It will be reduced and that is why I started by talking about poverty reduction and moving gradually towards the next levels. It is exceptionally important, Sir, that this point be understood by all of us because if we do not understand that point, we will mislead ourselves and in the process, mislead the people that we represent.

Mr Speaker, I know that expectations out there with regard to the New Deal administration are very high. Expectations with regard to our policy of continuity with change which His Excellency the President very ably outlined have created excitement in the country. People are expecting a lot from this New Deal administartion. But they also know that this is a new Government. It is the same party but it is a new Government, which must build on the gains, which were made by the previous Government.


Mr Mwaanga: This is the continuity that we are going to provide and I am sure that this House which is so full of precedents and realities, at the end of the day, it will dawn on all of us in terms of what is possible to achieve, given our present set of circumstances in the country.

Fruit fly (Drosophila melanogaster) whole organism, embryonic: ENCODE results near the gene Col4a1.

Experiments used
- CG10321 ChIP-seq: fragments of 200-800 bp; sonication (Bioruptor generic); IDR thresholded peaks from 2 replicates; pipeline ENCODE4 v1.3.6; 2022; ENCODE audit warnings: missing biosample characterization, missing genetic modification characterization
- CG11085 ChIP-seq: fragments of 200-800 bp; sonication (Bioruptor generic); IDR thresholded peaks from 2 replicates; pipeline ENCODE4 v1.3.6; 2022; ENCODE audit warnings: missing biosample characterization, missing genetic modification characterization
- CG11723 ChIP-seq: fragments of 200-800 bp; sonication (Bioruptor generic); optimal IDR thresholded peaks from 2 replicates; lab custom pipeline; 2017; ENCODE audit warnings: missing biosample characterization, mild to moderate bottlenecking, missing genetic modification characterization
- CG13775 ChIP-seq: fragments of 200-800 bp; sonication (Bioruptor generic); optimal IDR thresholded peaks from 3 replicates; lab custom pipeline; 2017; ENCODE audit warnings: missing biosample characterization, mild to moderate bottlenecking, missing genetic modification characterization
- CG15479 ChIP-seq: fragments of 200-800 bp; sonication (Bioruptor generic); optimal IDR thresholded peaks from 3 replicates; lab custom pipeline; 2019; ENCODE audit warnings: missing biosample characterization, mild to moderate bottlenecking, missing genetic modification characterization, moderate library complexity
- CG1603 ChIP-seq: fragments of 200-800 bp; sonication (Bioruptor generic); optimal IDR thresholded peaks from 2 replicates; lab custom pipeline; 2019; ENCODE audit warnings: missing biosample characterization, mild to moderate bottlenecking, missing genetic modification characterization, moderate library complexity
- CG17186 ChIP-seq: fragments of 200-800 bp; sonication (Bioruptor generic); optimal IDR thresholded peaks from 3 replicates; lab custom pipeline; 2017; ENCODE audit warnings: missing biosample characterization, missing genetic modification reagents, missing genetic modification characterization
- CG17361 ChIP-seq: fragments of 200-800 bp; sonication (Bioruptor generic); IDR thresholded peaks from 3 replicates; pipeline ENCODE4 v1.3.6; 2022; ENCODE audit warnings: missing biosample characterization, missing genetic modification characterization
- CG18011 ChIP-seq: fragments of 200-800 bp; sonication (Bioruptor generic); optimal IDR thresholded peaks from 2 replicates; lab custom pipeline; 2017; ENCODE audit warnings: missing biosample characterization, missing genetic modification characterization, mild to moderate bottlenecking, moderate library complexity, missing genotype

Mr Speaker, I wish to state that we have come here as representatives of the people. I know that all of us are mature men and women who look at national issues, and that we will be able to place national interests above partisan interests. We are here to serve the people and we cannot serve the people along party lines.

Hon. Opposition Members: That is what you are doing.

Mr Mwaanga: We can only serve the people as they are, given the complex nature of the society in which we live.


Mr Mwaanga: We will keep away as long as you keep yours as well and that you keep your promises as well.


Mr Mwaanga: We have been renown for keeping our promises.


Mr Mwaanga: And this time around it will be no different. Hon. Nawakwi is a Third Termer herself.

Miss Nawakwi: No way.

Mr Mwaanga: This is the third time you are coming to Parliament.


Mr Mwaanga: You are a Third Termer.